Sunday, March 15, 2009
Ghost Bride of Pine Mountain
Michael Paul Henson, in his very interesting book Tragedy at Devil's Hollow, tells of a "ghost bride" allegedly seen near Pine Mountain in 1938. It reads like the typical ghostly-hitchhiker story (like, for instance, the "Large Marge" routine in Pee-wee's Big Adventure) but holds my attention for some reason nonetheless.
As the story goes, one Martin Harmon encountered a woman in a wedding dress who hitched a ride during a rainstorm and warned him that the bridge ahead had collapsed. He dropped her off at her house and watched her walk around behind it. Only then did he realize she'd left with his coat, which he'd handed her to warm up with during the drive. The next day, he stopped by to retrieve his coat but was informed by the woman's mother that she had died years ago, and had been buried in - yes, that's right - her wedding gown. And as it turned out, the bridge had indeed collapsed in floodwaters the night before.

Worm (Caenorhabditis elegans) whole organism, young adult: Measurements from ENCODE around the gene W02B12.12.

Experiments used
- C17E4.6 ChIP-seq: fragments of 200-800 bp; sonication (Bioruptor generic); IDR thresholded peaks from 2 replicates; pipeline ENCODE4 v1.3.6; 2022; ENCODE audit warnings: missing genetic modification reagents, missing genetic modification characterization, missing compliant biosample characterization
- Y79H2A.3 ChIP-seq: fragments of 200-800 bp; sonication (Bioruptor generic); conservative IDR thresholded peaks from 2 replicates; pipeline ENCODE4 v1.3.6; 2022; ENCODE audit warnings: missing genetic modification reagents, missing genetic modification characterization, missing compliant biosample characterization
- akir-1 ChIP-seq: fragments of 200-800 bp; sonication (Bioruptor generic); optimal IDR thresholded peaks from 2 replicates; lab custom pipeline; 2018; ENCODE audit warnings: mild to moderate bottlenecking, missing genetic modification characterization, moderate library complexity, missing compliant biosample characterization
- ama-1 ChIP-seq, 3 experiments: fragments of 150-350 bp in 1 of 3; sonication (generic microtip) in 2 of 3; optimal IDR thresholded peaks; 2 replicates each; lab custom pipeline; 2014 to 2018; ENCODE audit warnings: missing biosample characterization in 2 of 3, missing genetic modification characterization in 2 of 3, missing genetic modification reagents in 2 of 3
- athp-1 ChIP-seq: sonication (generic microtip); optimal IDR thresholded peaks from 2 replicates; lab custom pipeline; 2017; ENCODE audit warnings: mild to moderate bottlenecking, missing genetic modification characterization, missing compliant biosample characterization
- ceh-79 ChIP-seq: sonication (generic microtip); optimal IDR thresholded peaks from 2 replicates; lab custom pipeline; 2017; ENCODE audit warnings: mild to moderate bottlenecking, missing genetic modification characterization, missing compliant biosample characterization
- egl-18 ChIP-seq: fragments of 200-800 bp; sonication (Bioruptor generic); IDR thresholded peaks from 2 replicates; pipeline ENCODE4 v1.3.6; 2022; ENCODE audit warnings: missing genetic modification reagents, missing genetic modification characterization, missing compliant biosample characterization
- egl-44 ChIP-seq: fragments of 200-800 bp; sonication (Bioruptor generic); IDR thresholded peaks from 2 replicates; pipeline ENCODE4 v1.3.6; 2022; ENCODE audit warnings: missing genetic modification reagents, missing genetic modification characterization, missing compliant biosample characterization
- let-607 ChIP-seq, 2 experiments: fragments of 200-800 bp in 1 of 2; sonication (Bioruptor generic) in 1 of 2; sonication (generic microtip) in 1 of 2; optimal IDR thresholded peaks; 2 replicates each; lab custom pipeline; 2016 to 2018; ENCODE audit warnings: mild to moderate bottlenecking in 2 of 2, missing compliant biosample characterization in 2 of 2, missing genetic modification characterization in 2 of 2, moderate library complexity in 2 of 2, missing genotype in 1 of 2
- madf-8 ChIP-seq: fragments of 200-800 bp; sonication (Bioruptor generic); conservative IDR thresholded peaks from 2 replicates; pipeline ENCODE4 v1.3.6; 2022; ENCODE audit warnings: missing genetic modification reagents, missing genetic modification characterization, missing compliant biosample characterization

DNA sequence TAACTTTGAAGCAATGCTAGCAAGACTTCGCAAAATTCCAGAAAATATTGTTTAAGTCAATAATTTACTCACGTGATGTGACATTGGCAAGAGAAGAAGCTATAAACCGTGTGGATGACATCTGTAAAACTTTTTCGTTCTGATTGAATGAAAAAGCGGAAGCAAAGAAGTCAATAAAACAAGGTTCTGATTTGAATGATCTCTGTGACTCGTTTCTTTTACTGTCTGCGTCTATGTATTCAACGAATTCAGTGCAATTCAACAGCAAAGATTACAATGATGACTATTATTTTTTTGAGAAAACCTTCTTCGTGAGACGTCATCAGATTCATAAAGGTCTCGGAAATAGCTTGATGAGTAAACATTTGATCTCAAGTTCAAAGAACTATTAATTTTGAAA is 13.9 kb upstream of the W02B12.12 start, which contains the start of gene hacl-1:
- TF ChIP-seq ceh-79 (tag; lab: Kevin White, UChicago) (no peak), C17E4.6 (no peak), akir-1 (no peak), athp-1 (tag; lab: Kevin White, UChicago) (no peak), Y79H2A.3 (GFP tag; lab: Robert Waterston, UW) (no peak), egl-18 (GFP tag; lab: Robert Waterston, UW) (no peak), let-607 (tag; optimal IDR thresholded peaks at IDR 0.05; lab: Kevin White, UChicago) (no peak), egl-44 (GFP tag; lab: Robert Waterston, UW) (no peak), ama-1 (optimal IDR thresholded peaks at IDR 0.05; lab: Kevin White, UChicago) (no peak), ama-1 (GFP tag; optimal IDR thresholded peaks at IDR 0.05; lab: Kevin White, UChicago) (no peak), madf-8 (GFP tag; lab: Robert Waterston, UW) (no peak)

Sounds too good to be true? Well, yeah. But at least this tall tale has some provenance. Unlike some chroniclers of supernatural anecdotes, Henson seems to have actually done some research on these passed-down stories. He notes: "I can learn of no sighting of this phantom in the last thirty-odd years, but the ghost of the bride-to-be was seen on several occasions during the 1930s and 1940s, either near where the old bridge crossed Poor Fork of the Cumberland River, or along the road that used to pass close by this stream. The apparition was always seen during or just before a heavy rain storm."